Melanie Dickerson is a two-time Christy Award finalist and author of  The Healer’s Apprentice, winner of the National Readers Choice Award for Best First Book in 2010, and The Merchant’s Daughter, winner of the 2012 Carol Award. She spends her time writing medieval stories at her home near Huntsville, Alabama, where she lives with her husband and two daughters. The Huntress of Thornbeck Forest is Melanie’s first historical romance for adults.

Website: www.MelanieDickerson.com

Twitter: @melanieauthor/ Facebook: MelanieDickersonBooks

Excerpt from Melanie Dickerson’s

The Huntress of Thornbeck Forest

She and Jorgen danced the next song together, and the next and the next. Perhaps she should have excused herself and danced with someone else, but Mathis did not return. The longer she danced with Jorgen, the more she was able to enjoy it and forget that he was the forester.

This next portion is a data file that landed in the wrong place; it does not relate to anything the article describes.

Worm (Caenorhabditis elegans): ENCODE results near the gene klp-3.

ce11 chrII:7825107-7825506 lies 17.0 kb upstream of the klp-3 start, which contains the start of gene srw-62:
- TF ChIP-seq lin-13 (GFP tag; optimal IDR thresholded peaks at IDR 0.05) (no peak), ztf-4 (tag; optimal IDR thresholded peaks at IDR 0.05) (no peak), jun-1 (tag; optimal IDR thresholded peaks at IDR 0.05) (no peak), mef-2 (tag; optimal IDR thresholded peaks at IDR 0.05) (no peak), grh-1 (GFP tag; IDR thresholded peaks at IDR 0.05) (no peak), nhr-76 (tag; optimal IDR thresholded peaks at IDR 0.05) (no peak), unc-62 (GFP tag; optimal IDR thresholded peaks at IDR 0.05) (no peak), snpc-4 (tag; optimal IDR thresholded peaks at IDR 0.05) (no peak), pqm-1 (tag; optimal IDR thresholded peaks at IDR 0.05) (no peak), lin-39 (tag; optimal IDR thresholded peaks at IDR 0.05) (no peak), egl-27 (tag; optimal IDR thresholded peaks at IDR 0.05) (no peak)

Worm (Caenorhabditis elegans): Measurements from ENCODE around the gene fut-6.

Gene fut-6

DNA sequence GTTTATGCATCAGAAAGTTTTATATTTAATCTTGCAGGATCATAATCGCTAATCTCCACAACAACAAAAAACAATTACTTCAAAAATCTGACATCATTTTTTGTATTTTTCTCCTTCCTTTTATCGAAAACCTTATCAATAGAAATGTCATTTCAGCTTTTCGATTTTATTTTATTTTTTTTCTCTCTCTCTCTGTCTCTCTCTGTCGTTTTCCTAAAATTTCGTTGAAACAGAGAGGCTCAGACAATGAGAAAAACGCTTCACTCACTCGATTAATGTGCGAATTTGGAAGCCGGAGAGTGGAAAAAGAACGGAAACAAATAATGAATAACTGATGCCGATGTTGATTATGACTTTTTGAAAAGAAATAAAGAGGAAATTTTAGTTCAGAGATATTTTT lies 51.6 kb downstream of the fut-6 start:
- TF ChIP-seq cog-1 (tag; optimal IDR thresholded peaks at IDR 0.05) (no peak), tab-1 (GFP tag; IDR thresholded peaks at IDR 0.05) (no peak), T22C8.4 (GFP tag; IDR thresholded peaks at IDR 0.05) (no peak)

In fact, they danced until the Minnesingers began to play closer to the bonfire, now lit and starting to roar at the other end. They agreed they did not wish to join the drunken merrymaking around the fire. Jorgen kept hold of her hand a bit longer than was necessary. His touch made her heart flutter.

She caught her breath. How could she be foolish about this man she had just met? Had she forgotten what he could do to her?  She must be a lack wit.

Uncle Rutger came toward them. “What a merry party you four make, dancing and laughing. Jorgen, you must come to our home for Odette’s birthday feast in two nights. You will be most welcome. Peter and Anna will be there as well.

Oh, dear heavenly saints. Uncle Rutger must not know Jorgen was the forester.